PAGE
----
ISOLAS LLP assists with the drafting of the Proceeds of Crime (Miscellaneous Amendments) Act 2021

11/02/2021 Adrian Pilcher, Michael Adamberry

ISOLAS Partner Adrian Pilcher and Associate Michael Adamberry have assisted Her Majesty’s Government of Gibraltar (“HMGoG”), the National Coordinator for Anti-Money Laundering and the Combatting of Terrorist Financing (“National Coordinator”) and the Gibraltar Financial Services Commission (“GFSC”) in drafting the Proceeds of Crime (Miscellaneous Amendments) Act 2021 (the “Act”) passed by the Gibraltar Parliament on 5 February 2021. The Act is the culmination of 18 months of work conducted by a dedicated taskforce guided by the National Coordinator and the GFSC, and makes several amendments to Gibraltar’s legislation related to anti-money laundering (“AML”), combatting financing of terrorism (“CFT”), and proliferation financing (“PF”)’ otherwise known as AML/CFT and PF.

The Act amends 17 pieces of legislation, namely:

  • Charities Act
  • Chemical Weapons (Sanctions) Order 2019
  • Companies Act
  • Democratic People’s Republic of Korea Sanctions Order 2018
  • Financial Services Act 2019
  • Friendly Societies Act
  • Gambling Act 2005
  • Insolvency Practitioners Regulations 2020
  • National Coordinator for Anti Money Laundering and Combatting Terrorist Financing Regulations 2016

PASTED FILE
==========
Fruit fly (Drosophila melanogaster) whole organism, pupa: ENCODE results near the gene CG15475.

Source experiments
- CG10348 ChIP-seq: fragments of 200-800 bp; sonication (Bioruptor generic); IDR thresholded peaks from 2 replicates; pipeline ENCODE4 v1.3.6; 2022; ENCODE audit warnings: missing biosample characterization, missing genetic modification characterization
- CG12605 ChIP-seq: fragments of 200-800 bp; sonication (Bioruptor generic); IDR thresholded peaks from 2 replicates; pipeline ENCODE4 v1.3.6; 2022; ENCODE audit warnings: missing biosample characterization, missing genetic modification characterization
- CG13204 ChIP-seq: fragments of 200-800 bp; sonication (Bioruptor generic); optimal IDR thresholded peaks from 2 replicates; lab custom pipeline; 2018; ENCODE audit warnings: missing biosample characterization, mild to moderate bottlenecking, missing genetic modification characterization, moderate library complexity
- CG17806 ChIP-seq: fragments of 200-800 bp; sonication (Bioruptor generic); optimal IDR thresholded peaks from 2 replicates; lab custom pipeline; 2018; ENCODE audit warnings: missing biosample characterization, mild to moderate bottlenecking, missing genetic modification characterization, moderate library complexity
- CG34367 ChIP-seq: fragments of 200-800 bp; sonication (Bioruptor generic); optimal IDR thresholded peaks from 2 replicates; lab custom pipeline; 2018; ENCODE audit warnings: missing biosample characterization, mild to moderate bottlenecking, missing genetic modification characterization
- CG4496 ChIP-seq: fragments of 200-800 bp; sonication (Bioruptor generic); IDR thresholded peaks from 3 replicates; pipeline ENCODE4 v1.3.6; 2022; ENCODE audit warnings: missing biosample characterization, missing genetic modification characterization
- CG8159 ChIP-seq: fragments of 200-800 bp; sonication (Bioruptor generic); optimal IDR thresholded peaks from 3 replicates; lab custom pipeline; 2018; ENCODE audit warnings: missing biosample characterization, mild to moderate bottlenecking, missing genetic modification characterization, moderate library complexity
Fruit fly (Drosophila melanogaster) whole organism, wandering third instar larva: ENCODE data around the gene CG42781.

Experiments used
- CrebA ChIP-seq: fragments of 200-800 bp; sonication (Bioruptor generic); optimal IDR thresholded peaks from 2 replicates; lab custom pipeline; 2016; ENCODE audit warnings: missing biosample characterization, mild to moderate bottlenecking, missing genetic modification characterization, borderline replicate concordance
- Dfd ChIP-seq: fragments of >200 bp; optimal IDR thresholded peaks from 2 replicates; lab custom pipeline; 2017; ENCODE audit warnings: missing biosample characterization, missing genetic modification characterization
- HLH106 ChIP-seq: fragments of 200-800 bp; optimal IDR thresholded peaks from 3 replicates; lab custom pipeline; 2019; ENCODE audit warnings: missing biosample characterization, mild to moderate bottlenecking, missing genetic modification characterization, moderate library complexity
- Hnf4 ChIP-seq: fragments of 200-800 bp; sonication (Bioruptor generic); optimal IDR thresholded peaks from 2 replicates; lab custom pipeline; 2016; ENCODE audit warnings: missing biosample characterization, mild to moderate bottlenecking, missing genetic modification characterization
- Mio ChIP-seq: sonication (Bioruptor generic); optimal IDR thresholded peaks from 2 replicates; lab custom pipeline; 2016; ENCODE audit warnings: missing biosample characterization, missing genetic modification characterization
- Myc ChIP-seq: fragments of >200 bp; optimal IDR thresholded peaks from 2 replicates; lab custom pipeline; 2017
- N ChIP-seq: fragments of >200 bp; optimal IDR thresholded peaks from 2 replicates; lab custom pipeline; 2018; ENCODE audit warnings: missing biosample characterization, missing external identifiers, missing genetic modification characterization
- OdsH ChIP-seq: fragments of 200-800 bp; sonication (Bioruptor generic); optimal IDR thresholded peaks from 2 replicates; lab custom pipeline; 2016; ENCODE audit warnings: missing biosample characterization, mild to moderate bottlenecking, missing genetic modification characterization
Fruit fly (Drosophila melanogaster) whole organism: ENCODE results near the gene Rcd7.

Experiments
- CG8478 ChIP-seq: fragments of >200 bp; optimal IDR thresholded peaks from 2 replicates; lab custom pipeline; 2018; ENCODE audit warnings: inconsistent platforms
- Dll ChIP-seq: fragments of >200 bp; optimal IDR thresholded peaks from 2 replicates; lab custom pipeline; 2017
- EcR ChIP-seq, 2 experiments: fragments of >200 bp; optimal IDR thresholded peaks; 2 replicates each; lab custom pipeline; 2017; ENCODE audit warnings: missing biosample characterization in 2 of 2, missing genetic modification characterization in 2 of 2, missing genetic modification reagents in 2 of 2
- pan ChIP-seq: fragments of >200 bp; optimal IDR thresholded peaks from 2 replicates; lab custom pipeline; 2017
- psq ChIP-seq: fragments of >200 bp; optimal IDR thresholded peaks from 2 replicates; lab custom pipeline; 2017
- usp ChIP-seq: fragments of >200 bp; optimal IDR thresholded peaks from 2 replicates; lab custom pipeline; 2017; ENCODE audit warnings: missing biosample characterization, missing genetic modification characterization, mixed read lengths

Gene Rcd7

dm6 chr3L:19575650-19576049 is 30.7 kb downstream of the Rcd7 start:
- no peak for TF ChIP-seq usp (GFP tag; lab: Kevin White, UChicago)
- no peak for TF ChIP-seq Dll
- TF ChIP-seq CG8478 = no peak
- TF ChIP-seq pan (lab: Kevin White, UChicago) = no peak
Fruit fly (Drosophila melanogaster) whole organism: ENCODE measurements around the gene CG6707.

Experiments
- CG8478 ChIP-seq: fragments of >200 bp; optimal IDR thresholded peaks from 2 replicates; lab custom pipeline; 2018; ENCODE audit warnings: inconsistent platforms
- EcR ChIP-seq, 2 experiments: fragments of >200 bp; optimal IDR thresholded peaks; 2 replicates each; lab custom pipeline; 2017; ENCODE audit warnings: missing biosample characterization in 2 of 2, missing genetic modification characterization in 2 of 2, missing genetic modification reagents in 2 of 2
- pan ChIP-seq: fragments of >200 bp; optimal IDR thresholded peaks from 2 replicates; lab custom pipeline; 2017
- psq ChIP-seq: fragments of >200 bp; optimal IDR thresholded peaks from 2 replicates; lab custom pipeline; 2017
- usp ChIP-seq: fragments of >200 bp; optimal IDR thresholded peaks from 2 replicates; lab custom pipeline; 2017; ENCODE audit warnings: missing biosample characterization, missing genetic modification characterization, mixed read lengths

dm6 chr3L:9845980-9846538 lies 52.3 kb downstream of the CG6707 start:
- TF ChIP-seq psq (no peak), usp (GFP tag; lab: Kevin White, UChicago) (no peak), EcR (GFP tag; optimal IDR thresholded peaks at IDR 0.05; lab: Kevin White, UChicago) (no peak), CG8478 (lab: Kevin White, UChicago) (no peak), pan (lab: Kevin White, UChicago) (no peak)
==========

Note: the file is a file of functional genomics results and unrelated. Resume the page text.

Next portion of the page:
• Private Foundations Act 2017
  • Proceeds of Crime Act 2015
  • Register of Ultimate Beneficial Ownership Regulations 2017
  • Sanctions Act 2019
  • Supervisory Bodies (Powers Etc) Regulations 2017
  • Terrorism Act 2018
  • Terrorist Asset-Freezing Regulations 2011
  • Trustees Act.

These legislative changes were required to address improvements identified as necessary in the fifth-round mutual evaluation report on Gibraltar, adopted by the Committee of Experts on the Evaluation of Anti-Money Laundering Measures (better known as “MONEYVAL”) at its 59th Plenary Session in December 2019[1].

The Proceeds of Crime Act 2015, being the principal statute governing AML, CFT and PF in Gibraltar, is the most widely amended piece of legislation. Changes include minor modifications focused around clarification and consolidation of existing provisions, as well as more substantial alterations to regulatory powers and customer due diligence (“CDD”) obligations, including the rules surrounding simplified customer due diligence (“SDD”) and enhanced customer due diligence (“EDD”). Other industries, such as the gambling sector, have seen an increase in the regulatory powers conferred on its supervisory authority. The non-profit sector, in particular, has seen a significant overhaul of the regulatory and information sharing powers granted to its supervisory authorities, again the context of AML/CFT and PF. An overview of some of the key changes are as follows:

  • PF is now defined under the Terrorism Act 2018, signifying its equal importance alongside money laundering and terrorist financing (“ML/TF”). There is also a new requirement to include PF as part of any new training programmes.
  • CDD, SDD and EDD measures have all been amended for clarification purposes, as well as the hierarchy to be followed in determination of the “ultimate beneficial owner” of a customer.
  • The determination of politically exposed person (“PEP”) status for both new and existing clients has been clarified as a mandatory exercise.
  • Consideration of the National Risk Assessment (“NRA”) has been given more prominence throughout POCA.